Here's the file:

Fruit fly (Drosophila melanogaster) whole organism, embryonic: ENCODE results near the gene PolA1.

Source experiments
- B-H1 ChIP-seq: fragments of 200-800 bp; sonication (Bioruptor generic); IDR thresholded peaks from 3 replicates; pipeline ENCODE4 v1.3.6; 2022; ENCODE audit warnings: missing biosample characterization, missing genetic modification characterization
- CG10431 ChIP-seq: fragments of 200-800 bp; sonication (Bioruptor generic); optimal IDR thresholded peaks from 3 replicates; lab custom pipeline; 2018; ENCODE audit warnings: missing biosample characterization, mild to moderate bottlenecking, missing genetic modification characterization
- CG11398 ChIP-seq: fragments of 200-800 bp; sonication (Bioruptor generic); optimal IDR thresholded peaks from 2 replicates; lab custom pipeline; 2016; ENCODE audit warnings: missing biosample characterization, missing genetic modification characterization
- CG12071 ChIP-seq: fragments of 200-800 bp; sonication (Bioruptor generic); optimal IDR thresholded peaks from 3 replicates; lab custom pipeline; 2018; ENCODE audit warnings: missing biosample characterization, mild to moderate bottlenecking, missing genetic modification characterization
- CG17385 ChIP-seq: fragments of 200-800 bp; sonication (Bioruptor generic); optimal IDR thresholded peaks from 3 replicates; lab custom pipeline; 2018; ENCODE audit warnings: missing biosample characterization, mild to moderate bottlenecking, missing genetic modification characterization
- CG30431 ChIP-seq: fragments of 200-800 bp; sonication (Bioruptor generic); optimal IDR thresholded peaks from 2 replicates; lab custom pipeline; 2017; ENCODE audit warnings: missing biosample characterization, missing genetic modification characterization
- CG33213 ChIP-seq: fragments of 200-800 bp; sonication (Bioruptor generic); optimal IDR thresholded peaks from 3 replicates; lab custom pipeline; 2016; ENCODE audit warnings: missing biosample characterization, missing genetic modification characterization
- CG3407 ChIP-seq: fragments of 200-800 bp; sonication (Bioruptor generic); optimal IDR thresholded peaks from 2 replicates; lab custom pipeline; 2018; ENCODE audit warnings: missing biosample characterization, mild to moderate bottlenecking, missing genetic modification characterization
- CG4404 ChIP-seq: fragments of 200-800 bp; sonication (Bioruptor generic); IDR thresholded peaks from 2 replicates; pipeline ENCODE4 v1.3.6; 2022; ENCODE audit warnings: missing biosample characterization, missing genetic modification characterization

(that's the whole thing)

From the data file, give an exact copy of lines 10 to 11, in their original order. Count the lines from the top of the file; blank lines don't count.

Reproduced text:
- CG3407 ChIP-seq: fragments of 200-800 bp; sonication (Bioruptor generic); optimal IDR thresholded peaks from 2 replicates; lab custom pipeline; 2018; ENCODE audit warnings: missing biosample characterization, mild to moderate bottlenecking, missing genetic modification characterization
- CG4404 ChIP-seq: fragments of 200-800 bp; sonication (Bioruptor generic); IDR thresholded peaks from 2 replicates; pipeline ENCODE4 v1.3.6; 2022; ENCODE audit warnings: missing biosample characterization, missing genetic modification characterization